In Abundance: The Future Is Better Than You Think, Peter Diamandis and Steven Kotler argue that, despite the problems that our technology has recently created (including dwindling resources and global warming), we needn’t discard our techno-optimism after all. Indeed, according to Diamandis, the world is on the precipice of another explosion in technology that will soon bring refuge from many of our current problems, and abundance to our doorstep.
Not content to let the goal or the timeline remain vague, Diamandis is happy to hang a more precise definition on each. When it comes to abundance, Diamandis defines it as a world of nine billion people with clean water, nutritious food, affordable housing, personalized education, top-tier medical care, and non-polluting, ubiquitous energy, and, to top it all off, the freedom to pursue their goals unhindered by political repression.
With regards to the timeline, Diamandis claims that it should be achievable in the next 10 to 25 years. In an attempt to convince us that this goal is achievable Diamandis take us through the latest technological developments (and those that will soon be coming down the pipe) in numerous fields such as water filtration and sanitation (including advancements in water desalination); food production (including vertical farming); education (including personalized education); energy (including solar, wind, nuclear and algal biofuel); healthcare (including stem cell therapy and organ creation)and many, many more.
According to Diamandis, the technological innovations mentioned above are being spurred on by 3 forces in particular these days that are likely to bring us to a state of abundance even quicker than we might otherwise expect, and one that extends to all parts of the world.
The 3 forces are, 1) the rise of the bottom billion which consists in the fact that the world poorest have recently begun plugging into the world economy in a very substantial way, both as a consumer and as a producer of goods (largely as a result of the communications revolution, and the fact that cell phones are now spreading even to the world poorest populations 2) the rising phenomenon of the techphilanthropists – a new breed of wealthy individuals who are more philanthropic than ever, and who are applying their efforts to global solutions (and particularly in the developing world); and 3) the rising phenomenon of DIY innovation which includes the ability of small organizations, and even individuals to make contributions even in the most advanced technological domains (such as computing, biotechnology, and even space travel.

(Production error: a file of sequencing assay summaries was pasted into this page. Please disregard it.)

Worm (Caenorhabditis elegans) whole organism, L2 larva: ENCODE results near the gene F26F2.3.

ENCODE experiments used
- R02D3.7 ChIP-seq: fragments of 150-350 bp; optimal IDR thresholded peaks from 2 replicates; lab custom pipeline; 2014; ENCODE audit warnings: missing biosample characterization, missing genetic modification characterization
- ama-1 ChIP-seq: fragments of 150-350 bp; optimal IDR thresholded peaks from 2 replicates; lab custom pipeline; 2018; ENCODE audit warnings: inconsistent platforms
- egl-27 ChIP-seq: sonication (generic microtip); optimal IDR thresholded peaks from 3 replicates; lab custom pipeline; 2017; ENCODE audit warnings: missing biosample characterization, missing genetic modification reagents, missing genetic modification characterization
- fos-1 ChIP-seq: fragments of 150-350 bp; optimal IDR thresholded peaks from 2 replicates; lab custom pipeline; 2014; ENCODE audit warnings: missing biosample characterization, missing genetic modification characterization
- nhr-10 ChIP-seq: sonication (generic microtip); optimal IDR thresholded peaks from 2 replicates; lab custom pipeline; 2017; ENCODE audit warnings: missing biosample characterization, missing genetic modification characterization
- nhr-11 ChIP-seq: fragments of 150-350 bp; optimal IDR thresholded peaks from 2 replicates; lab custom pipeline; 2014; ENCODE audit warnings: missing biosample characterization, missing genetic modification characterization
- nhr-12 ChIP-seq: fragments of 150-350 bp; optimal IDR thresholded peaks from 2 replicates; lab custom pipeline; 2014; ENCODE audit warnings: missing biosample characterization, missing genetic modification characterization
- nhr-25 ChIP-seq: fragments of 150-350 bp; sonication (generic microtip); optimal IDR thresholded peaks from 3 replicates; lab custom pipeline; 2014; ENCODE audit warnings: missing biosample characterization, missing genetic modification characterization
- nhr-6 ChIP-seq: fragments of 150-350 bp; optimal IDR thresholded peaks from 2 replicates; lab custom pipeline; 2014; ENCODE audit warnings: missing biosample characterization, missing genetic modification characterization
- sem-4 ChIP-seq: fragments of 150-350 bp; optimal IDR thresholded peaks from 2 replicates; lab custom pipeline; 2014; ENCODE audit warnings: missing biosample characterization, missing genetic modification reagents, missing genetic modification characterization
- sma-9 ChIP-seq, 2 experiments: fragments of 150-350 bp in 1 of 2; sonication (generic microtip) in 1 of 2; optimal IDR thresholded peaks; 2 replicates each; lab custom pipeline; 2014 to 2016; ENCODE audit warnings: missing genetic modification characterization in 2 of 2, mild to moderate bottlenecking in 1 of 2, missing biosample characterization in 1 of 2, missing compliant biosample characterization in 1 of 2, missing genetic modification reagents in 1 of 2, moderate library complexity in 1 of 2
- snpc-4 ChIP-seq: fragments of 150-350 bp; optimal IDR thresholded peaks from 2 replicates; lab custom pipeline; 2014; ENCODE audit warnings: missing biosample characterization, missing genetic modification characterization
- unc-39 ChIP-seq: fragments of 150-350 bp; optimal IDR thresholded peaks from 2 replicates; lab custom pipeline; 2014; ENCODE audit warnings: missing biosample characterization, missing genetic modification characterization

With regards to this last force, part of Diamandis’ purpose here is to inspire the layperson to enter the fray with their own contributions towards abundance by way of joining one of the numerous open-source innovation projects available online, or throwing their hand into one of the many incentivized technological prizes in existence, or in some other manner of their own devising.
In this regard, the authors are very successful, as the work is both invigorating and inspiring, and I highly recommend it.